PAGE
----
The text is in Spanish, but it’s quite clear what’s on offer: Some sort of video about girls in bikinis.
“Mira lo que ocurre” translates to “Look what happens”. Clicking on the video link leads to a page with a “video player” surrounded by various forms of Web advertising. The full title of the video is now revealed “VIDEO: CHICAS EN LA PLAYA TOMANDO SOL. VEAN LO QUE OCURRE “ (“Girl on beach sunbathing. See what happens”). The same page has been posted to multiple links on the destination site – each ending with a different number (“a33010” in the example below). This technique is designed to make blocking harder for URL filtering systems that specify the specific links.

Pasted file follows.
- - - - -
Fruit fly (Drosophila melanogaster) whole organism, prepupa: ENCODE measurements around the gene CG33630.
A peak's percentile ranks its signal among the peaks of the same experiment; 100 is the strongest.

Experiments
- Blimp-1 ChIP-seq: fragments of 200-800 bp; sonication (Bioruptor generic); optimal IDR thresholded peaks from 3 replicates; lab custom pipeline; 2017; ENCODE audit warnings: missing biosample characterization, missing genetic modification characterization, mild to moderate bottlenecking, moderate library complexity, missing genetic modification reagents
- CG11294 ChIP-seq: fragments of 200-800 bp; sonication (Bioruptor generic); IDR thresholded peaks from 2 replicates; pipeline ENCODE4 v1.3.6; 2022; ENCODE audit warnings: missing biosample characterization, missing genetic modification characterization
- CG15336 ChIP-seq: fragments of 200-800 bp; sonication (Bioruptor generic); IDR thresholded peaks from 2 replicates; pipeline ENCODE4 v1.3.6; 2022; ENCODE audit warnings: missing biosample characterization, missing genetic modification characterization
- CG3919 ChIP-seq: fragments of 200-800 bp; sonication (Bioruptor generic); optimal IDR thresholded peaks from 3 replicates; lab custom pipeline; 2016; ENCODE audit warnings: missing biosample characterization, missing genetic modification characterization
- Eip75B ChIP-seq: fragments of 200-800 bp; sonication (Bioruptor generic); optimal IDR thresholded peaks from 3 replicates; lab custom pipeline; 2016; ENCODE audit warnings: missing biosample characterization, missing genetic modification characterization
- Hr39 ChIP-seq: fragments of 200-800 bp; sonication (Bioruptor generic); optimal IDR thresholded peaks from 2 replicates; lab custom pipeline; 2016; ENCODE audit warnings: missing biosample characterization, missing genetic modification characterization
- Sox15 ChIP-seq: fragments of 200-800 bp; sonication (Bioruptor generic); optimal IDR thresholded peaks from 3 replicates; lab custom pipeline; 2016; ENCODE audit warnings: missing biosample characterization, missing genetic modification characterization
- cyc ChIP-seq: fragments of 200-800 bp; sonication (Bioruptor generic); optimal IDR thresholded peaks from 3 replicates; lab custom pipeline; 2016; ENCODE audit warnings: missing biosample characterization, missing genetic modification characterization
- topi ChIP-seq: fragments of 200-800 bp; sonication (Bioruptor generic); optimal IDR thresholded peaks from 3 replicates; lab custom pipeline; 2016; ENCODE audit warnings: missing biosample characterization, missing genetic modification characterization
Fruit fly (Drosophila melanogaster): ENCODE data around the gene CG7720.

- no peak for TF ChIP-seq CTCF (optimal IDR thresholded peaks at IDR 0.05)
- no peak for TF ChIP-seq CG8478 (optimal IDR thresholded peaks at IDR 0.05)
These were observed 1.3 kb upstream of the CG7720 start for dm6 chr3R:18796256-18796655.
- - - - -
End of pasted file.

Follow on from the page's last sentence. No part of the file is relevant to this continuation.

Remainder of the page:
Clicking on the play button may or may not play the video but ensures the spread of the page by posting a similar like on the clickers Facebook page. A mouse-over script ensures that the play button functions as a Facebook Like button resulting in the Likejacking. If a user had logged out of Facebook before clicking on play then they would have been asked to login to Facebook.
The purpose of this likejacking attack appears to be drawing people to the many advertising links on the destination pages to generate revenue for the page owners.